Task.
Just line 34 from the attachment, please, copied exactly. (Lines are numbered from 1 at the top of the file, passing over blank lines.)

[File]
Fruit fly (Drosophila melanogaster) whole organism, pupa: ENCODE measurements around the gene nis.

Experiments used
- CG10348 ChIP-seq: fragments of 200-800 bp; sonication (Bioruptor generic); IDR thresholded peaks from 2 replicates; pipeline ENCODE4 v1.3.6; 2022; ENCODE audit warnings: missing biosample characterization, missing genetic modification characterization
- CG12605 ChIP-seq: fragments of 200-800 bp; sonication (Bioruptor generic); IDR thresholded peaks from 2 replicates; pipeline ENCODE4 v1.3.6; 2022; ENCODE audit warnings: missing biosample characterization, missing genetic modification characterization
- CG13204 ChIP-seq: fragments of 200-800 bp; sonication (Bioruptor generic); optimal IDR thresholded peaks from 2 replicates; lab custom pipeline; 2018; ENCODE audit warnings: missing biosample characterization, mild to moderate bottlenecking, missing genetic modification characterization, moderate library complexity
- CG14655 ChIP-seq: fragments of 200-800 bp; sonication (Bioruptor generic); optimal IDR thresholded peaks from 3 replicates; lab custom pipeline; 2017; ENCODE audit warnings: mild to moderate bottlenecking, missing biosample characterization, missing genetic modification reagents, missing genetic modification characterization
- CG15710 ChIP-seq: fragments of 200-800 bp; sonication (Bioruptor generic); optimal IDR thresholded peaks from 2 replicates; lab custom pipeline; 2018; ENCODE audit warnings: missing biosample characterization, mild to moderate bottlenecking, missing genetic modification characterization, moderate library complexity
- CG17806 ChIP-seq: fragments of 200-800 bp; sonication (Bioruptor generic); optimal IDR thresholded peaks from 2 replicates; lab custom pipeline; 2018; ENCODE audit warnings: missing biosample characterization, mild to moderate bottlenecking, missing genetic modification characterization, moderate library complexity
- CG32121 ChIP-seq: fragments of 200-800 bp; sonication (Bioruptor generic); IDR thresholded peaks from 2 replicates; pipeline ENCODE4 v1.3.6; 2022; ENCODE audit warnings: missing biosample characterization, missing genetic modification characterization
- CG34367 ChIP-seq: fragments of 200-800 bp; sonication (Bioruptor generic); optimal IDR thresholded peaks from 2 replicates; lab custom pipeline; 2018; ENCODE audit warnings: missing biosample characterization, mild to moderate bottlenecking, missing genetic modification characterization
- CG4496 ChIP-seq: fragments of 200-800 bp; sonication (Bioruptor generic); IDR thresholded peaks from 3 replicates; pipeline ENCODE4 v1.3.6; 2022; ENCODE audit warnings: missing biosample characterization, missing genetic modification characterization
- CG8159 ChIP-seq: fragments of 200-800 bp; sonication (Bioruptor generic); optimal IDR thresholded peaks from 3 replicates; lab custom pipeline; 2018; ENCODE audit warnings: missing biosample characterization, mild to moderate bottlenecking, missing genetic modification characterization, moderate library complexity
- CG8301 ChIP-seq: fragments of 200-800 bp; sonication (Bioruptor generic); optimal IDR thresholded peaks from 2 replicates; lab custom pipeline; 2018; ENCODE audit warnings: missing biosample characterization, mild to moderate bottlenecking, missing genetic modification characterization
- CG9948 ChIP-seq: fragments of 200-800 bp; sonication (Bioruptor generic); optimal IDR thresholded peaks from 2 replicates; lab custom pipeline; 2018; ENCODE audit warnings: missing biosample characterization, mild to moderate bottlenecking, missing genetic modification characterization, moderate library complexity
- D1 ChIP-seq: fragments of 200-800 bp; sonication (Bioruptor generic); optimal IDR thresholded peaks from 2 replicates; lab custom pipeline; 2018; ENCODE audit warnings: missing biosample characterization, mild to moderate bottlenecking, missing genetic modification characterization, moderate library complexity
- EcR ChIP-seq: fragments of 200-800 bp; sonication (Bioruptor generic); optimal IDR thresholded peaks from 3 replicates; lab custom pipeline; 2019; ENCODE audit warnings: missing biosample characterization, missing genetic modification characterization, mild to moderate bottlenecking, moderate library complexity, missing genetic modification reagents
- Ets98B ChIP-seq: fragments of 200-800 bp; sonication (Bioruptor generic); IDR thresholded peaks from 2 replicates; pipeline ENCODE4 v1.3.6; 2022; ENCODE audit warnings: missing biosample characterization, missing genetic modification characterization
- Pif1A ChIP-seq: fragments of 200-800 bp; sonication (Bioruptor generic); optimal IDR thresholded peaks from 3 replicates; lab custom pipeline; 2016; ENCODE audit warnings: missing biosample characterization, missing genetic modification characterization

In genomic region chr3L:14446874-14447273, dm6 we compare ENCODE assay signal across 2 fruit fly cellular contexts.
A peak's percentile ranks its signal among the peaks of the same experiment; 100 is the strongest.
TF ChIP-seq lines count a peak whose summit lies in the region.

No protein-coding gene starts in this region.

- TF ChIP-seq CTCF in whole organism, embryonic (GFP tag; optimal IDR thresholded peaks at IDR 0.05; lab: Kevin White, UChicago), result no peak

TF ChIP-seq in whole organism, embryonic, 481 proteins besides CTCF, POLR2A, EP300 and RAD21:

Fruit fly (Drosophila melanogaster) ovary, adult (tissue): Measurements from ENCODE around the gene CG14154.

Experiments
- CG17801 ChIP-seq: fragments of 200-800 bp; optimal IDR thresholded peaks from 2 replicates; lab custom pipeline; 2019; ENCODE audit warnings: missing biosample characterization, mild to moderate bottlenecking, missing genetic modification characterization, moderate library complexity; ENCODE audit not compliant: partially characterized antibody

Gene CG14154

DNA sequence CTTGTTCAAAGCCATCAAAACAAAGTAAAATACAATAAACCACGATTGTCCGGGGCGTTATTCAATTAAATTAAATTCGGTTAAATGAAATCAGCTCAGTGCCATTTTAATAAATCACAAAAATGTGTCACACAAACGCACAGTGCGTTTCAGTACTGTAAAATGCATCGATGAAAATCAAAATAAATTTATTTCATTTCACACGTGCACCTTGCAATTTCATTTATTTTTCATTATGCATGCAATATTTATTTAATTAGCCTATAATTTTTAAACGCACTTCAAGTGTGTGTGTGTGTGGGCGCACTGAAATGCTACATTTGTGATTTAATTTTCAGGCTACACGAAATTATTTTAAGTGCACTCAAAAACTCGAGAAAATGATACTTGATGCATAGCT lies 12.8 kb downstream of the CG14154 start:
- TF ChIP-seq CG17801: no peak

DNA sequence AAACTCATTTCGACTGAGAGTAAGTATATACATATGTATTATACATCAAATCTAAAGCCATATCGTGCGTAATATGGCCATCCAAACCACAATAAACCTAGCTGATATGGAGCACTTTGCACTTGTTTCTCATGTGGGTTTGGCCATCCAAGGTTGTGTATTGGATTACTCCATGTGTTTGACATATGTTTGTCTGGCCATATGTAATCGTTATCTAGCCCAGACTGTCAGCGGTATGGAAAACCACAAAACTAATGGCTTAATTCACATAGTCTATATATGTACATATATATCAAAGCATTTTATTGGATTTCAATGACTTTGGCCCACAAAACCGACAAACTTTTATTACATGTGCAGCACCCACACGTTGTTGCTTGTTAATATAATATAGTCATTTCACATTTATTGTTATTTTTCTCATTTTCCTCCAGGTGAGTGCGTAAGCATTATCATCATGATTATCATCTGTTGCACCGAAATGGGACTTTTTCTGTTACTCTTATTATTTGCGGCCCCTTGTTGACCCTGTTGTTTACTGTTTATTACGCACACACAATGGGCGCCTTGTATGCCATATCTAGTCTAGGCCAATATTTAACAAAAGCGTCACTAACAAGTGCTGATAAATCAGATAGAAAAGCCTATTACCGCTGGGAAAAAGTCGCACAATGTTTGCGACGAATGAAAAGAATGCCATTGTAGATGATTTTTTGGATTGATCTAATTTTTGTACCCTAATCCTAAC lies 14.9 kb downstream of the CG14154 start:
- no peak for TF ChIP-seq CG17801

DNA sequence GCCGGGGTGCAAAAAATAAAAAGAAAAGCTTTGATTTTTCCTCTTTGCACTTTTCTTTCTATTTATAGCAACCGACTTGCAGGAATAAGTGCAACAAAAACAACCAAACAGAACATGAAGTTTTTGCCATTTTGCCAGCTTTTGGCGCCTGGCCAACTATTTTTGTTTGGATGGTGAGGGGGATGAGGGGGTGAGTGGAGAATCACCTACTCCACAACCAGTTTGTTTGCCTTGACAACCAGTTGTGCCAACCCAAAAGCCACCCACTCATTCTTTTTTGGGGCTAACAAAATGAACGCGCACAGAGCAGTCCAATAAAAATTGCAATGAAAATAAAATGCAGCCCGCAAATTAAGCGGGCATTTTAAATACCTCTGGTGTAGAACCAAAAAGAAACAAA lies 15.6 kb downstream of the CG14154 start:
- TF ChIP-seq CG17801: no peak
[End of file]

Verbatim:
- TF ChIP-seq CG17801: no peak